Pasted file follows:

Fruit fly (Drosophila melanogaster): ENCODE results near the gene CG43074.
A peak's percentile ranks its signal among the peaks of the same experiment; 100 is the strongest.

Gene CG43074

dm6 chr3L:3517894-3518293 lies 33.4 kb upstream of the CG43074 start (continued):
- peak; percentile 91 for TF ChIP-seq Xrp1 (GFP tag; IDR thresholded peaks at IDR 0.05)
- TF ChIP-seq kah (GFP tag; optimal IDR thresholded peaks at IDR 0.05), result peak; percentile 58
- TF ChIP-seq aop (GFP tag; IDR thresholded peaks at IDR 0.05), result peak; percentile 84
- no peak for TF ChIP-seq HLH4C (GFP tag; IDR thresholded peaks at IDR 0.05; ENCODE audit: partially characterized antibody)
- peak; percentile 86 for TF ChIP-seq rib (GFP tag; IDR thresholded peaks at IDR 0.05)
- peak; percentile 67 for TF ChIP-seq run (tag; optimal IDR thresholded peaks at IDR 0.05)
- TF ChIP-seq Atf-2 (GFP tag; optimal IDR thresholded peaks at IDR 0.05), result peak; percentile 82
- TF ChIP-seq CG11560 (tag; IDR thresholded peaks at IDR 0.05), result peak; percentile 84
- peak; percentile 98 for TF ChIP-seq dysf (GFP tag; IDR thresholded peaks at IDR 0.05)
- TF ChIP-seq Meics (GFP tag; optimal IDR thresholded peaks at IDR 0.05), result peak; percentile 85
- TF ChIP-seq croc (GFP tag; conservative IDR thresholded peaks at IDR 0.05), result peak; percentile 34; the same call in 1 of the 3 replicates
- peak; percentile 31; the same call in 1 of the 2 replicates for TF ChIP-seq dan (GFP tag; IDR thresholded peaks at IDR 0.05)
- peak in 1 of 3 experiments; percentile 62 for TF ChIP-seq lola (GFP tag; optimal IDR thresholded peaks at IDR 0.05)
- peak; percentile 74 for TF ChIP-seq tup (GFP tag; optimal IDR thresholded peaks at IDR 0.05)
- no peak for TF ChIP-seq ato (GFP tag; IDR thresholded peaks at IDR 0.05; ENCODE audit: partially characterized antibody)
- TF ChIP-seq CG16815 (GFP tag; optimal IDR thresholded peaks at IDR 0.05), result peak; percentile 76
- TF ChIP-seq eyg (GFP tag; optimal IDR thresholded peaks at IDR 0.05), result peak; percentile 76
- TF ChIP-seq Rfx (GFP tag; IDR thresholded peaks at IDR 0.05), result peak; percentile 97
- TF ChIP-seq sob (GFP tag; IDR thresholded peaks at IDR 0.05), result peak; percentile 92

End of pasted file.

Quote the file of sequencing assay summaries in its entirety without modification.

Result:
Fruit fly (Drosophila melanogaster): ENCODE results near the gene CG43074.
A peak's percentile ranks its signal among the peaks of the same experiment; 100 is the strongest.

Gene CG43074

dm6 chr3L:3517894-3518293 lies 33.4 kb upstream of the CG43074 start (continued):
- peak; percentile 91 for TF ChIP-seq Xrp1 (GFP tag; IDR thresholded peaks at IDR 0.05)
- TF ChIP-seq kah (GFP tag; optimal IDR thresholded peaks at IDR 0.05), result peak; percentile 58
- TF ChIP-seq aop (GFP tag; IDR thresholded peaks at IDR 0.05), result peak; percentile 84
- no peak for TF ChIP-seq HLH4C (GFP tag; IDR thresholded peaks at IDR 0.05; ENCODE audit: partially characterized antibody)
- peak; percentile 86 for TF ChIP-seq rib (GFP tag; IDR thresholded peaks at IDR 0.05)
- peak; percentile 67 for TF ChIP-seq run (tag; optimal IDR thresholded peaks at IDR 0.05)
- TF ChIP-seq Atf-2 (GFP tag; optimal IDR thresholded peaks at IDR 0.05), result peak; percentile 82
- TF ChIP-seq CG11560 (tag; IDR thresholded peaks at IDR 0.05), result peak; percentile 84
- peak; percentile 98 for TF ChIP-seq dysf (GFP tag; IDR thresholded peaks at IDR 0.05)
- TF ChIP-seq Meics (GFP tag; optimal IDR thresholded peaks at IDR 0.05), result peak; percentile 85
- TF ChIP-seq croc (GFP tag; conservative IDR thresholded peaks at IDR 0.05), result peak; percentile 34; the same call in 1 of the 3 replicates
- peak; percentile 31; the same call in 1 of the 2 replicates for TF ChIP-seq dan (GFP tag; IDR thresholded peaks at IDR 0.05)
- peak in 1 of 3 experiments; percentile 62 for TF ChIP-seq lola (GFP tag; optimal IDR thresholded peaks at IDR 0.05)
- peak; percentile 74 for TF ChIP-seq tup (GFP tag; optimal IDR thresholded peaks at IDR 0.05)
- no peak for TF ChIP-seq ato (GFP tag; IDR thresholded peaks at IDR 0.05; ENCODE audit: partially characterized antibody)
- TF ChIP-seq CG16815 (GFP tag; optimal IDR thresholded peaks at IDR 0.05), result peak; percentile 76
- TF ChIP-seq eyg (GFP tag; optimal IDR thresholded peaks at IDR 0.05), result peak; percentile 76
- TF ChIP-seq Rfx (GFP tag; IDR thresholded peaks at IDR 0.05), result peak; percentile 97
- TF ChIP-seq sob (GFP tag; IDR thresholded peaks at IDR 0.05), result peak; percentile 92